I’m a Cherokee poet and novelist who writes about a Cherokee protagonist, so people send me just about every novel written that has a major Indigenous character in it. A terrifying number of them are romances with generic spray-tanned hunks on the cover and love interests who are half-Cherokee, half-Navajo, half-Sioux, or just plain half-Indian (these authors don’t seem to know any other tribes exist) and written without the least tiny bit of knowledge of any of these different cultures. Recently, I received a non-romance novel written by a non-Native author with a Cherokee female protagonist. The blurbs made me hopeful, but once I started reading, it became apparent that the writer had done a little haphazard research online about the Cherokee to give “flavor” to her work. She got many of the most basic things wrong, but oddly enough had a few unusual things right. I don’t suppose I have to state that I won’t be reading any more of her books.
Then, along comes Sara Sue Hoklotubbe’s third Sadie Walela mystery, Sinking Suspicions, and my world is bright again. I could well talk about Hoklotubbe in my series on Literary Mystery Novelists and will tag this post that way, as well, because she writes so well and creates characters that live on the page. But her biggest strength is in her creation of Sadie’s background setting. Hoklotubbe brings to life the world of the Western Cherokee in Tahlequah, Oklahoma, and its surrounding counties. Her protagonist, Sadie Walela, has been a rancher, a banker, a restaurant owner, and in Sinking Suspicions, is embarking on a career as a travel agent. Since Hoklotubbe is Cherokee and grew up in the same area as Sadie, she knows the land, the people, and the culture.
In Sinking Suspicions, Hoklotubbe writes about the modern Cherokee, the food, the dances, the small towns, the farms and ranches, the way people look out for one another and take care of each other, the respect for the elders and for family, the sense of humor, the sense of individualism within a sense of strong community of the Cherokee today. She even takes the timeworn trope of the person who claims to have a Cherokee princess for a grandmother and transforms it into something true and powerful.
This is the difference between an author who wants to use a people and their culture to add an exciting, singular touch to his book and writes mostly stereotypes and caricatures for his ethnic characters and an author who really knows what she’s writing about, whether from having lived it or from real research, which means getting to know the people as people and to know the culture through their eyes as a way of living and not an exotic artifact or simply searching on the internet among the stereotypes and (often) falsehoods that even (or perhaps especially) anthropologists have perpetuated.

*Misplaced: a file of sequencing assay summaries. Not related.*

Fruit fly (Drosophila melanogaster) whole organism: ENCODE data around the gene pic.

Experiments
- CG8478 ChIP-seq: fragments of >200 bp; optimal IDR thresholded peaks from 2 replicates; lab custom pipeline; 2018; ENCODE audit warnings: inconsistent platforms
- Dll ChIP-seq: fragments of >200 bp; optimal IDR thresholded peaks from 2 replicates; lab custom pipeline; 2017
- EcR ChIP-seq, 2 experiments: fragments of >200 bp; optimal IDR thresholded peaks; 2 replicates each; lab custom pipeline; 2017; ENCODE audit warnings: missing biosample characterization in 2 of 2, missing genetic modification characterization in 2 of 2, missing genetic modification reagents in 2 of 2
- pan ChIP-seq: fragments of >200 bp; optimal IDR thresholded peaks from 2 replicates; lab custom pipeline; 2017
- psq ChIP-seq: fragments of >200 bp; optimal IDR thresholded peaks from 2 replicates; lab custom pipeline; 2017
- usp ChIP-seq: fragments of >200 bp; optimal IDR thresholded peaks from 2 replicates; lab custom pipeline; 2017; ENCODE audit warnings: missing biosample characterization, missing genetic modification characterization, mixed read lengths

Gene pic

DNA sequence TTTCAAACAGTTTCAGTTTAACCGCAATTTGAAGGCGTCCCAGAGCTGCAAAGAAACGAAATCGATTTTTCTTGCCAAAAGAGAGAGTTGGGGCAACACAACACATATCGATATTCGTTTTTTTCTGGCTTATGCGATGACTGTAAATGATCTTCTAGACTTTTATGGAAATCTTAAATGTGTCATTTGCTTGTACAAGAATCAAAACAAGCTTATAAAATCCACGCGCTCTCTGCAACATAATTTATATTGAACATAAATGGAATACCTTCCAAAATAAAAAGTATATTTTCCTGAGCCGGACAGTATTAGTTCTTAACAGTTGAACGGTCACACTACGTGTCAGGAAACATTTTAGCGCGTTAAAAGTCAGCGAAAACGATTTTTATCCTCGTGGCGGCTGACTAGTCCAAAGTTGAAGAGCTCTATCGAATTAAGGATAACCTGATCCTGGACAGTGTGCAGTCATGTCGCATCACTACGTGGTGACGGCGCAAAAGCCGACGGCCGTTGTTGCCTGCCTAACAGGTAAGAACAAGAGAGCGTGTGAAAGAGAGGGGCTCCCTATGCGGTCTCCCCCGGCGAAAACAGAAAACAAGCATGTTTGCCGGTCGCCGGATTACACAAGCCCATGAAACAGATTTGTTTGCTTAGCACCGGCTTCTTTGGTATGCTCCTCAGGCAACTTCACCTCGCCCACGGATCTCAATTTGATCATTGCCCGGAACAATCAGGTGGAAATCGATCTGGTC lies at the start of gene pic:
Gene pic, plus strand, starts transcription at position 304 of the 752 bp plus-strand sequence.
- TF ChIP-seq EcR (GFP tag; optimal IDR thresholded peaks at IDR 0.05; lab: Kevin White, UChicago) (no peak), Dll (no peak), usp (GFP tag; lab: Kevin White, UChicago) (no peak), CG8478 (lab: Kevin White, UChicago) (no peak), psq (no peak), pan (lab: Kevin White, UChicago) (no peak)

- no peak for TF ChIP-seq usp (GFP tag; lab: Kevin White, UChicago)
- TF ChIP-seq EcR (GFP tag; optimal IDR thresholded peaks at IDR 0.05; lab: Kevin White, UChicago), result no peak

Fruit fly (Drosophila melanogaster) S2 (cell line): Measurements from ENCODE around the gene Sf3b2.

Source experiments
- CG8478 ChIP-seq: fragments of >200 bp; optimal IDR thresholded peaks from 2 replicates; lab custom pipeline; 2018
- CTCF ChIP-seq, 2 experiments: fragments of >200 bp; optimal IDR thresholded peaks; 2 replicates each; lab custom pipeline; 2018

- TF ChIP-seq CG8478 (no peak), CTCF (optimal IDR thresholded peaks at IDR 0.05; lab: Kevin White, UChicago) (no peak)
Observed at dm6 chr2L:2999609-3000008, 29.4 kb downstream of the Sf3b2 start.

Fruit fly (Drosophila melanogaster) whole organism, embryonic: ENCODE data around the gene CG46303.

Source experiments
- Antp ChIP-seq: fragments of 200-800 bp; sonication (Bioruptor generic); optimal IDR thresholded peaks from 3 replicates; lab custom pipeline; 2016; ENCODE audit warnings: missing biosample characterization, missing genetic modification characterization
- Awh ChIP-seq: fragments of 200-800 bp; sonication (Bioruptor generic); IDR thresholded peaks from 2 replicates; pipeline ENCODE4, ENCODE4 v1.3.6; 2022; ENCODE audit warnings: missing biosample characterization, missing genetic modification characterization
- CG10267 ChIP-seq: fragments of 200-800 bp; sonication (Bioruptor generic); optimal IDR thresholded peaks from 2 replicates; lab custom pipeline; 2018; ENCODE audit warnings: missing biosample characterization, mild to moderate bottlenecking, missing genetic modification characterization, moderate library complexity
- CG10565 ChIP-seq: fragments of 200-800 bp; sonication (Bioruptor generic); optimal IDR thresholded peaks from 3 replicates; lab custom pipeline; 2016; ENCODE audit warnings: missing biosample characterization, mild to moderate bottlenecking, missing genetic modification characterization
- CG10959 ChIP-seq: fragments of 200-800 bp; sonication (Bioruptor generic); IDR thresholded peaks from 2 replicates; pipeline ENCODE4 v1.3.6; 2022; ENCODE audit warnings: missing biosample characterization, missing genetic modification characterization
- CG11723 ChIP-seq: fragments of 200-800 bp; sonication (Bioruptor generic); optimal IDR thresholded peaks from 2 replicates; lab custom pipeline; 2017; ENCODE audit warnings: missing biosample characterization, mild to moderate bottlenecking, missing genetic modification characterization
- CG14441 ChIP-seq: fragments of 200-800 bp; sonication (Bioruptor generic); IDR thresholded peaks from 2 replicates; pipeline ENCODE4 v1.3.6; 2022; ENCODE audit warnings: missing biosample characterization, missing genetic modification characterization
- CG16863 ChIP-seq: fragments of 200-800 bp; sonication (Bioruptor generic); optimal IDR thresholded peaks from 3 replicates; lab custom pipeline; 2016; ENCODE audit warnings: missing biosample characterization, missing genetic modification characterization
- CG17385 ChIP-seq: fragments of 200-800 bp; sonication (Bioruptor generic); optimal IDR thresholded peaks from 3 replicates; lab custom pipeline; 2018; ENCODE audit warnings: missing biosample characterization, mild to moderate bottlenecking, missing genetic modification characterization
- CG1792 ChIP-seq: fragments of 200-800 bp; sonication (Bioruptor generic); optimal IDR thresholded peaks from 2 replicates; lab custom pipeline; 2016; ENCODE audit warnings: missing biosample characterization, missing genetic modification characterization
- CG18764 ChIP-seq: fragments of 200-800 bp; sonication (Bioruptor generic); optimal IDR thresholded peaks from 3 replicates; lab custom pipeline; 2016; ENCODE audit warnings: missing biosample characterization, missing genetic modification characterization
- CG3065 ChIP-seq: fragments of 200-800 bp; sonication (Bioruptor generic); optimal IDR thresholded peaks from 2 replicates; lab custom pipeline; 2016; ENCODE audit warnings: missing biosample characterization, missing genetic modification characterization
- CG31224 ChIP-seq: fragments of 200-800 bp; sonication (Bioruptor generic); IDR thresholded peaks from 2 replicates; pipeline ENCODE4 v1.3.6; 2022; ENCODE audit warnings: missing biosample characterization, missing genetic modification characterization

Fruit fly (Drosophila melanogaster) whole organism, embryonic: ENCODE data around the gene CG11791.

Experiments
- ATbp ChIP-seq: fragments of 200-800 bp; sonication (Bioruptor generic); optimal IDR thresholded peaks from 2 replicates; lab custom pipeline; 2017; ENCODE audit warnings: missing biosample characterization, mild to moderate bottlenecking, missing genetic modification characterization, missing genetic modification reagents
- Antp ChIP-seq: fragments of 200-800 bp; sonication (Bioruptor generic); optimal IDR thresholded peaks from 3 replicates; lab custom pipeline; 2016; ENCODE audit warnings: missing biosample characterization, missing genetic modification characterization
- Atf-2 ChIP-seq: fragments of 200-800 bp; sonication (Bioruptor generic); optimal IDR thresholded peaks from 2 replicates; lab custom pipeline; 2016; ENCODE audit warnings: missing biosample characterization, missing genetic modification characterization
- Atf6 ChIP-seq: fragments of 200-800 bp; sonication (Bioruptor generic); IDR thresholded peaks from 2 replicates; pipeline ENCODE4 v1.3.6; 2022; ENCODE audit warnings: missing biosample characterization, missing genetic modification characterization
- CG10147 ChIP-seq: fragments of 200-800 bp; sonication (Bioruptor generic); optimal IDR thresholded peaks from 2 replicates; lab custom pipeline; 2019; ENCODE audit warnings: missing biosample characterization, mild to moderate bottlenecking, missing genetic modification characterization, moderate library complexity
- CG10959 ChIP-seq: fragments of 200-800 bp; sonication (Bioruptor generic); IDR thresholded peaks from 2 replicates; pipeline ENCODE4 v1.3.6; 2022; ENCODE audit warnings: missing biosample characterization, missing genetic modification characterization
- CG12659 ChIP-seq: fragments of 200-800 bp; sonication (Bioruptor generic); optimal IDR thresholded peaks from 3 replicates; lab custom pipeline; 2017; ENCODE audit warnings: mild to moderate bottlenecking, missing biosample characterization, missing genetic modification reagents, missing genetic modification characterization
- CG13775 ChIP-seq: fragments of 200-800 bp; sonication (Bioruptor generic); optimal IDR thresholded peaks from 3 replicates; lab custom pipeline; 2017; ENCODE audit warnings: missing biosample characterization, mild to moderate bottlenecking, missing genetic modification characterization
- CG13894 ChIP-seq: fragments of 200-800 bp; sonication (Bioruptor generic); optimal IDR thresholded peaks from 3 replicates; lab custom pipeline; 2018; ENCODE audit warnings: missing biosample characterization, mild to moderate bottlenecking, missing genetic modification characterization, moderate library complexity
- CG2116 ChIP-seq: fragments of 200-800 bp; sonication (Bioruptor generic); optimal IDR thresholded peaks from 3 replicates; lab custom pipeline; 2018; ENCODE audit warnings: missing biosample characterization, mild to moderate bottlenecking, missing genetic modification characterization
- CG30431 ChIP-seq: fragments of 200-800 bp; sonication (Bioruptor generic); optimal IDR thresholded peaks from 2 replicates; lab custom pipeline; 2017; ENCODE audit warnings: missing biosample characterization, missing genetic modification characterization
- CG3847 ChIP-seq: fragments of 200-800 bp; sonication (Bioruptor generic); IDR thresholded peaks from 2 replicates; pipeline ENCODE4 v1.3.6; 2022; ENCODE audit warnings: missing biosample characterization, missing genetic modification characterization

In Sinking Suspicions, Sadie Walela heads to Hawaii to finalize her next career as a travel agent, leaving her lawman boyfriend, Lance Smith, alone and dissatisfied with her decision. The identity theft that affects Sadie’s aging Cherokee next-door neighbor, Buck Skinner, a World War II veteran and former horsebreaker, threatens his ownership of his family land and eventually leads to murder, conspiracy, and a rocky romance for Sadie. On the island, while worrying about Buck and Lance, Sadie becomes friends with a native Hawaiian family and learns enough about their culture and history to see real parallels with her own people. As tension mounts and Buck becomes a suspect in a murder case, an earthquake in Hawaii that disrupts communications and keeps Sadie from immediately returning to help Buck complicates the situation, leaving Sadie’s dear, old friend in grave danger, as well as threatening her new love.
Sinking Suspicions is a must-read for those who like to read about other cultures, for mystery fans, and for fans of good fiction in general.
Sara Sue Hoklotubbe is a Cherokee tribal citizen and the author of the award-winning Sadie Walela Mystery Series. She grew up on the banks of Lake Eucha in northeastern Oklahoma and uses that location as the setting for her mystery novels to transport readers into modern-day Cherokee life.
THE AMERICAN CAFÉ was awarded the 2012 WILLA Literary Award for Original Softcover Fiction by Women Writing the West, won the 2012 New Mexico-Arizona Book Award for Best Mystery, and was named 2012 Mystery of the Year by Wordcraft Circle of Native Writers and Storytellers. The book was also named a finalist for the 2012 Oklahoma Book Awards and the 2011 ForeWord Book of the Year. DECEPTION ON ALL ACCOUNTS won Sara the 2004 Writer of the Year Award from Wordcraft Circle of Native Writers and Storytellers.
Sara is a member of Mystery Writers of America, Sisters in Crime, Oklahoma Writers’ Federation, Inc., and Tulsa Night Writers. She and her husband live in Colorado.
Sinking Suspicions is available for pre-order now. http://www.uapress.arizona.edu/Books/bid2500.htm As usual, I suggest my readers buy from the university press that published this book, even though the book is available from Amazon and Barnes & Noble. The vast majority of writers of color are published only through small literary presses and university presses. Without them, we would only have a tiny handful of big-name writers of color available to us. Support them if you value #diverselit.
REPLIES TO COMMENTS (because Blogger hates me):
I'm glad you're going to try Hoklotubbe, Anonymous. She's an excellent writer, and her books are very enjoyable.
Thanks, Sara Sue. I'm going to paste that offer up here also. For anyone who wants to pre-order Sinking Suspicions from the University of Arizona Press, they may use the promotional code FLR and get 20% off.
Reine, I think you'll really enjoy this book and her others. Very authentic. Hoklotubbe does one of the best jobs I've seen of depicting Cherokee humor or, in fact, Native humor in general, which is dry and not always perceived as such by non-Natives.